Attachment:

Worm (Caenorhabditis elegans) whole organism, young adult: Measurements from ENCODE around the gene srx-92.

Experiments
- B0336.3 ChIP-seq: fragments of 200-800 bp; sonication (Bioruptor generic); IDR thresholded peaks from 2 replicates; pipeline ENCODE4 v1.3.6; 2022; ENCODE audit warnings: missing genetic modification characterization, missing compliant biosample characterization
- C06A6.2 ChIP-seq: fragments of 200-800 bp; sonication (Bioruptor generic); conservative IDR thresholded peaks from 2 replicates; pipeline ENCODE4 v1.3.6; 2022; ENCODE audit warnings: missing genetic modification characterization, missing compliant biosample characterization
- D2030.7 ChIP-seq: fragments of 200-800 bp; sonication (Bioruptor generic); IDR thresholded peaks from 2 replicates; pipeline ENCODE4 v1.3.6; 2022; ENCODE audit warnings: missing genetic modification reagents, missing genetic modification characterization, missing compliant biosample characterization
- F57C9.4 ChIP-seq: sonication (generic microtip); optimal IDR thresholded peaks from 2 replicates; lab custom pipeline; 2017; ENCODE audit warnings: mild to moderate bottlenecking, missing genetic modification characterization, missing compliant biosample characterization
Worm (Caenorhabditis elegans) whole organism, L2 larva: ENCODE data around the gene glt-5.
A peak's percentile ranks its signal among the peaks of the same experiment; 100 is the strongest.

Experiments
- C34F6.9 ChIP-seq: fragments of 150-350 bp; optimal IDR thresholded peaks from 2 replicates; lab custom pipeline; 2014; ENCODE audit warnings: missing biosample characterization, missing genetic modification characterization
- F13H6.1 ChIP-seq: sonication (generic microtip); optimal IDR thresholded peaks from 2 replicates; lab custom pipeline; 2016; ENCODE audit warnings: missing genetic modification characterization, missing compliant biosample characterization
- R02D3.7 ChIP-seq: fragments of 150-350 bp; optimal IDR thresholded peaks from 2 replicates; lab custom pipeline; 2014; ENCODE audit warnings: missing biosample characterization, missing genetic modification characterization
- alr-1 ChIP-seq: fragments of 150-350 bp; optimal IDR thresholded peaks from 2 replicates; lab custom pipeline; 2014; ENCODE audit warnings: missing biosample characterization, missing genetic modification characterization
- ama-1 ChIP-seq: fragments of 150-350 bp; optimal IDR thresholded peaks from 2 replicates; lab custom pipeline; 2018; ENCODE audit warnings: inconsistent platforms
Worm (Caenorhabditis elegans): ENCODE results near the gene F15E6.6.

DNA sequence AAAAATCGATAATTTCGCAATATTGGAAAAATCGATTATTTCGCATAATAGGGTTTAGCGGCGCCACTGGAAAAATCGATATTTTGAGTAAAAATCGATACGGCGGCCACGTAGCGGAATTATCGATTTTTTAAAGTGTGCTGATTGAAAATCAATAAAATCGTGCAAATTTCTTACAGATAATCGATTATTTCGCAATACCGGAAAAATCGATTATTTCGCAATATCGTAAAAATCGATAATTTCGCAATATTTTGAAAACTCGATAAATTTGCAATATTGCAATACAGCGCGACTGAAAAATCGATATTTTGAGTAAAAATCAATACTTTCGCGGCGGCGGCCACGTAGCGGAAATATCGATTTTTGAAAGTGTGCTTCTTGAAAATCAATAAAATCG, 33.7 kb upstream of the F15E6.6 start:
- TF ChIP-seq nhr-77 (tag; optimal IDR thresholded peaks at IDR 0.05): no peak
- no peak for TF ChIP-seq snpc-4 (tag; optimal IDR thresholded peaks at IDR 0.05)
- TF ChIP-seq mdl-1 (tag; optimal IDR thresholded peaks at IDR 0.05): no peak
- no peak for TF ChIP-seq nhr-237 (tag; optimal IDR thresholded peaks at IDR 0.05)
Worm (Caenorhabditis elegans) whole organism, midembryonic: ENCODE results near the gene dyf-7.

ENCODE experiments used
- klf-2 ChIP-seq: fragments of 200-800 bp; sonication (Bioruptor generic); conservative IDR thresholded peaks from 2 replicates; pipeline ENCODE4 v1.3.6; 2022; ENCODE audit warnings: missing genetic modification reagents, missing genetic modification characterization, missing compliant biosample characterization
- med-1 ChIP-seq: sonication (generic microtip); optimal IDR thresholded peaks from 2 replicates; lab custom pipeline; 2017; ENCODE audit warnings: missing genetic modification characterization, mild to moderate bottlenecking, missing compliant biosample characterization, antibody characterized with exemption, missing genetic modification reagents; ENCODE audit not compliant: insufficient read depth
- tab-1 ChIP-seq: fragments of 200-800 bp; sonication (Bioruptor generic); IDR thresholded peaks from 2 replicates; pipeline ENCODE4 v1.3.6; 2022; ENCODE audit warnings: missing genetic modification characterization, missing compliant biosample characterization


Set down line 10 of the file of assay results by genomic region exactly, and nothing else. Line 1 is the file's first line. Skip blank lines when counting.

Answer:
- C34F6.9 ChIP-seq: fragments of 150-350 bp; optimal IDR thresholded peaks from 2 replicates; lab custom pipeline; 2014; ENCODE audit warnings: missing biosample characterization, missing genetic modification characterization